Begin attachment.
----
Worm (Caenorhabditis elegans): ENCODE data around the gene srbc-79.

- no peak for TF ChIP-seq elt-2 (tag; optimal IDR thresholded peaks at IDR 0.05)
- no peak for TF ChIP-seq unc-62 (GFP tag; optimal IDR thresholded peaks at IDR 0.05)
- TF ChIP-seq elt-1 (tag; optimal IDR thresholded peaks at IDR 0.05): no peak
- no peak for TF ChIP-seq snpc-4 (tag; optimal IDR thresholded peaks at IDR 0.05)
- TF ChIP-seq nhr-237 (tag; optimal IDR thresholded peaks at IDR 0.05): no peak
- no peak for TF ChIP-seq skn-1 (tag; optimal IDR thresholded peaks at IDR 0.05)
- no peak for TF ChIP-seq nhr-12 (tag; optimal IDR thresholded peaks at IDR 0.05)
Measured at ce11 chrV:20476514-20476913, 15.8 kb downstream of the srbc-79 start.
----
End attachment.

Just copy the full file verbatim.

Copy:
Worm (Caenorhabditis elegans): ENCODE data around the gene srbc-79.

- no peak for TF ChIP-seq elt-2 (tag; optimal IDR thresholded peaks at IDR 0.05)
- no peak for TF ChIP-seq unc-62 (GFP tag; optimal IDR thresholded peaks at IDR 0.05)
- TF ChIP-seq elt-1 (tag; optimal IDR thresholded peaks at IDR 0.05): no peak
- no peak for TF ChIP-seq snpc-4 (tag; optimal IDR thresholded peaks at IDR 0.05)
- TF ChIP-seq nhr-237 (tag; optimal IDR thresholded peaks at IDR 0.05): no peak
- no peak for TF ChIP-seq skn-1 (tag; optimal IDR thresholded peaks at IDR 0.05)
- no peak for TF ChIP-seq nhr-12 (tag; optimal IDR thresholded peaks at IDR 0.05)
Measured at ce11 chrV:20476514-20476913, 15.8 kb downstream of the srbc-79 start.